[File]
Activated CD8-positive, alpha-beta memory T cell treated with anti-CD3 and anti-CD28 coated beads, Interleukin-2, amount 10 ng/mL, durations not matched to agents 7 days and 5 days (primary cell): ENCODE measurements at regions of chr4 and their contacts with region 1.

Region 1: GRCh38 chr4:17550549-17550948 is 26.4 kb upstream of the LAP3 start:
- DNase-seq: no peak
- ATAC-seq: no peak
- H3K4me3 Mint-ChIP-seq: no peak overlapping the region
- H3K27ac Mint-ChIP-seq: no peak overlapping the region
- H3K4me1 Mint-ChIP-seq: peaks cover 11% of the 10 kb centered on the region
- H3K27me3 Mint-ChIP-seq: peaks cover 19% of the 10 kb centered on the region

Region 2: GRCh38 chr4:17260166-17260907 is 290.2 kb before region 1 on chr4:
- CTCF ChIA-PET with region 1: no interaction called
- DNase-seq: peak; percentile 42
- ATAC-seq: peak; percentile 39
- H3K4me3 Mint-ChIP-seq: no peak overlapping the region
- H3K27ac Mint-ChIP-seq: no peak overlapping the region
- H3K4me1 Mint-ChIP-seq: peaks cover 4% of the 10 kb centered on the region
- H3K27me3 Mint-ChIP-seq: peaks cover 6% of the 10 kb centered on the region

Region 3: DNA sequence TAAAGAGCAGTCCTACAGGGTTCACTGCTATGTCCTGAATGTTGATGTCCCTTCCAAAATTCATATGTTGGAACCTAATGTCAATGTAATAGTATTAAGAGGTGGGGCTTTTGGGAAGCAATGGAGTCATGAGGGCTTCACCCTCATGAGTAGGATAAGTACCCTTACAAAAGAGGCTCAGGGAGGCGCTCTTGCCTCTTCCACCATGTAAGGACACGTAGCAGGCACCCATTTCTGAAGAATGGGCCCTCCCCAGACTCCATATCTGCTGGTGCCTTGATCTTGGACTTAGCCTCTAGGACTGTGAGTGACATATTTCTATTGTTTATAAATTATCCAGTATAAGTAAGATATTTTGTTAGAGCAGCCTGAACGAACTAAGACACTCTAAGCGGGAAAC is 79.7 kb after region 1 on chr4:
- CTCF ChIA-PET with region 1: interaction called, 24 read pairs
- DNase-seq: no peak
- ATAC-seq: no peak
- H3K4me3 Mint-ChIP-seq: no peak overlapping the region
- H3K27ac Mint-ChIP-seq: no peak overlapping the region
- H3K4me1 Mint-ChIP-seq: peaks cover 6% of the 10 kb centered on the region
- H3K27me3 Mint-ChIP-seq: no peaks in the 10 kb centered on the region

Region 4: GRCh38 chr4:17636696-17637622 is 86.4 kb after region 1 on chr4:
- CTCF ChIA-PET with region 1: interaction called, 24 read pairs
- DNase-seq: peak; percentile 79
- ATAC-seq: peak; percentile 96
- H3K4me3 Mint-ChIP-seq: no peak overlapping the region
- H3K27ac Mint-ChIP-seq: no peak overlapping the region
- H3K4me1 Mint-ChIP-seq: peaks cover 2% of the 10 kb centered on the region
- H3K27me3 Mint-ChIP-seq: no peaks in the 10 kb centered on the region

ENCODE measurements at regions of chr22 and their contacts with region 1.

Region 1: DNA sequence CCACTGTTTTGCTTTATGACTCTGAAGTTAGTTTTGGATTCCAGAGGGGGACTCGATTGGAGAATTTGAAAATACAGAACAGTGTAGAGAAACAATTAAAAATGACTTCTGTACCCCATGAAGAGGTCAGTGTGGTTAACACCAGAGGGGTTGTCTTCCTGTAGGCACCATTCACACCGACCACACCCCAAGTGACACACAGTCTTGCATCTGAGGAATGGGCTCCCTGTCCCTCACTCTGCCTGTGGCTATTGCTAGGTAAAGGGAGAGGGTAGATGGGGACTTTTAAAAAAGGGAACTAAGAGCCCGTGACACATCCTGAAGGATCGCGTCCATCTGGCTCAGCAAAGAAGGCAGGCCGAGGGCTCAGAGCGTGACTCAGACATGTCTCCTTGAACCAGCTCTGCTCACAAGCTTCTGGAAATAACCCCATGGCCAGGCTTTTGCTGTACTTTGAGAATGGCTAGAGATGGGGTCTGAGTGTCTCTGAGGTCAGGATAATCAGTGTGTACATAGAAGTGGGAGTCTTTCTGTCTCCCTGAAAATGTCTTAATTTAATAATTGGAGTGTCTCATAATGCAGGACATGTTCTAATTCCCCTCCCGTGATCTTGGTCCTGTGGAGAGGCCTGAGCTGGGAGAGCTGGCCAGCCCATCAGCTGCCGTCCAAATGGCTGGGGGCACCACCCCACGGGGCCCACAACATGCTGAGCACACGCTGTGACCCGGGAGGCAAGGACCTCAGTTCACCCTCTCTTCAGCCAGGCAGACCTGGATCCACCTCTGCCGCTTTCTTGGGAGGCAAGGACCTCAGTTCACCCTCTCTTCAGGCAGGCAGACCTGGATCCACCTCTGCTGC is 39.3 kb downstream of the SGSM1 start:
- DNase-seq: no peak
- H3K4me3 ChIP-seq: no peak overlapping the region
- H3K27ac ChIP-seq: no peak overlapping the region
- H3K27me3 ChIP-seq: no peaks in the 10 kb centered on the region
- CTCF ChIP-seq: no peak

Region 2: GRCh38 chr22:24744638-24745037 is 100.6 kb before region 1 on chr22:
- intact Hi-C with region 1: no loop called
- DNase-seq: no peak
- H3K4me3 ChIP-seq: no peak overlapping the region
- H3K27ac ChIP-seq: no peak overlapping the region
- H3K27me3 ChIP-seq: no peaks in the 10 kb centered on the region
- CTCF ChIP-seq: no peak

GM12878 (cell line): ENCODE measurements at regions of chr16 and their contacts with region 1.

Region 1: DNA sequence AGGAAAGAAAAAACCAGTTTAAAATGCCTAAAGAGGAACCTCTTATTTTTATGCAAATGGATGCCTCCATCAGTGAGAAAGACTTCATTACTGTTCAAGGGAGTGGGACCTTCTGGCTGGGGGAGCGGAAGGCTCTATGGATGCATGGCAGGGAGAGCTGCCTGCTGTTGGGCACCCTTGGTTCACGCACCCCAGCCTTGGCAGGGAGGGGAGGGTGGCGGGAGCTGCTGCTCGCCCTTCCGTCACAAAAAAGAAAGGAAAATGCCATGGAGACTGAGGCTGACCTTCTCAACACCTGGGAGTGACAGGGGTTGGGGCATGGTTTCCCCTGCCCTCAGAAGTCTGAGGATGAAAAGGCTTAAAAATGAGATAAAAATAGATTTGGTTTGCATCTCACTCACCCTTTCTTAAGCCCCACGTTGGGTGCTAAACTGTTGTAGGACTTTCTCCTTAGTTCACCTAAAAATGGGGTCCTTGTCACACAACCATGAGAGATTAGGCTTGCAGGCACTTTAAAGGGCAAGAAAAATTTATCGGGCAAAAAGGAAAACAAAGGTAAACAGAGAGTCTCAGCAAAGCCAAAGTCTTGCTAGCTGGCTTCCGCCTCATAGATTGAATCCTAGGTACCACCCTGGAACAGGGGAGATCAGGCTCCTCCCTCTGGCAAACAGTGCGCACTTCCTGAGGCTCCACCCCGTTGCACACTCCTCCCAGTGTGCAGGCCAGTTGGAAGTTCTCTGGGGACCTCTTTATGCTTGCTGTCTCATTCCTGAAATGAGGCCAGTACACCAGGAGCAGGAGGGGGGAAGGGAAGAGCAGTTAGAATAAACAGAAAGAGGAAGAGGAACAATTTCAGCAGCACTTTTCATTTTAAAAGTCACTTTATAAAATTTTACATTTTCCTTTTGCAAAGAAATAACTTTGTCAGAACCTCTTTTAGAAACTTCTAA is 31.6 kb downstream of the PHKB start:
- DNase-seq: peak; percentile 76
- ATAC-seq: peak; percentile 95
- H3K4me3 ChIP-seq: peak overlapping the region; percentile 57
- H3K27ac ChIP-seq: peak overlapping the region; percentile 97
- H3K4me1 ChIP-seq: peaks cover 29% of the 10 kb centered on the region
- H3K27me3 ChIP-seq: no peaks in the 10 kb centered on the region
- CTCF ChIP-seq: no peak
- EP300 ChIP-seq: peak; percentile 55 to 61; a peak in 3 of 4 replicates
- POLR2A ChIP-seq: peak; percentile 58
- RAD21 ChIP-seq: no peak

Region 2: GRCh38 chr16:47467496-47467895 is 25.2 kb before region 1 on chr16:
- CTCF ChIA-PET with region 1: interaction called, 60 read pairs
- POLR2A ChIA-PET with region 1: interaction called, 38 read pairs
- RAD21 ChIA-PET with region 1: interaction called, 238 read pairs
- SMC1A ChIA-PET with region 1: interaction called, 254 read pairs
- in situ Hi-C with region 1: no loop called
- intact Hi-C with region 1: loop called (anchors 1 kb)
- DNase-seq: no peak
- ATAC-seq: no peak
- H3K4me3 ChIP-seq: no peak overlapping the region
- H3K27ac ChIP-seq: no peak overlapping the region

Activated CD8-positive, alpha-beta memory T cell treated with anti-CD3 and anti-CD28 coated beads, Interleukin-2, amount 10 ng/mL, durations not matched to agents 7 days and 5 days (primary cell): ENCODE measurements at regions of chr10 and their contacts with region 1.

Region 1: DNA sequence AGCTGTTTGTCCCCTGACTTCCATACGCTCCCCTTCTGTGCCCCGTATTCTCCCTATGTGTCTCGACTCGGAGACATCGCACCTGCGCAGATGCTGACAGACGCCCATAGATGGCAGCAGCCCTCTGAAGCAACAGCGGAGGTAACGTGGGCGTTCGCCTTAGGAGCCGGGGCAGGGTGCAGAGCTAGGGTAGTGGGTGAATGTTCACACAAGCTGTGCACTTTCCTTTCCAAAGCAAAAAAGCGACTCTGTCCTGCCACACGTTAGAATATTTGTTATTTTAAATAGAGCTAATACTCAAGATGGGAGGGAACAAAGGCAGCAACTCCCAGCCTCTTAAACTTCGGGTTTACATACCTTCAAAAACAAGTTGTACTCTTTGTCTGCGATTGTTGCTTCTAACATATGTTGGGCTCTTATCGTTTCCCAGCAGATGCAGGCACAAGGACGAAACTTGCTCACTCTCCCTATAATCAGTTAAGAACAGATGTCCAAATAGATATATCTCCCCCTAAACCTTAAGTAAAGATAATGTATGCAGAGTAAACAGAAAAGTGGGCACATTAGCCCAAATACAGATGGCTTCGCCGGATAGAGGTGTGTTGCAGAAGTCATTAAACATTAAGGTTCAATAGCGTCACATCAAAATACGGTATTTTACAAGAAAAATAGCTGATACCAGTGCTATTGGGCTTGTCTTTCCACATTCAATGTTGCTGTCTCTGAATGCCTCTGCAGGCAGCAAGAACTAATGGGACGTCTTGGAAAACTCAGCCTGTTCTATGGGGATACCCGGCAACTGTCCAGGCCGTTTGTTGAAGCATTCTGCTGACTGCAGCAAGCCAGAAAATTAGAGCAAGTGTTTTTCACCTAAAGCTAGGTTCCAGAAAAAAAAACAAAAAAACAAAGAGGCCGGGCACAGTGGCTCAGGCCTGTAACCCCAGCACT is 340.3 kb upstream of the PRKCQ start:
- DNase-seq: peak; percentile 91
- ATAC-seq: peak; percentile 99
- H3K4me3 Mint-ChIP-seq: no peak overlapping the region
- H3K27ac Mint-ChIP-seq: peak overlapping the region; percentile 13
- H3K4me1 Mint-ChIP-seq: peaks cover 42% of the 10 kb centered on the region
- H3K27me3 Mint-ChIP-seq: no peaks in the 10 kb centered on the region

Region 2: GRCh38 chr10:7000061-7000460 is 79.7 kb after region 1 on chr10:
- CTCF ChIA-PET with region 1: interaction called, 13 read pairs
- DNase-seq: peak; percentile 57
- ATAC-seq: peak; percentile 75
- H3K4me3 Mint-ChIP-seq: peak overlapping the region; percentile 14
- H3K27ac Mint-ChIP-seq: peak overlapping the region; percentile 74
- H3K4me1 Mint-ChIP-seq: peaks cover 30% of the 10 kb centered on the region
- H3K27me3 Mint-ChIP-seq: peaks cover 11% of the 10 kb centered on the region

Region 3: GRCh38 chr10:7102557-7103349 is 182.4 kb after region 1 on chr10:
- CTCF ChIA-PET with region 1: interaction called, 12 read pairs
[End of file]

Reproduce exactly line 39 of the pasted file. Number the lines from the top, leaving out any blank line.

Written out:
- CTCF ChIP-seq: no peak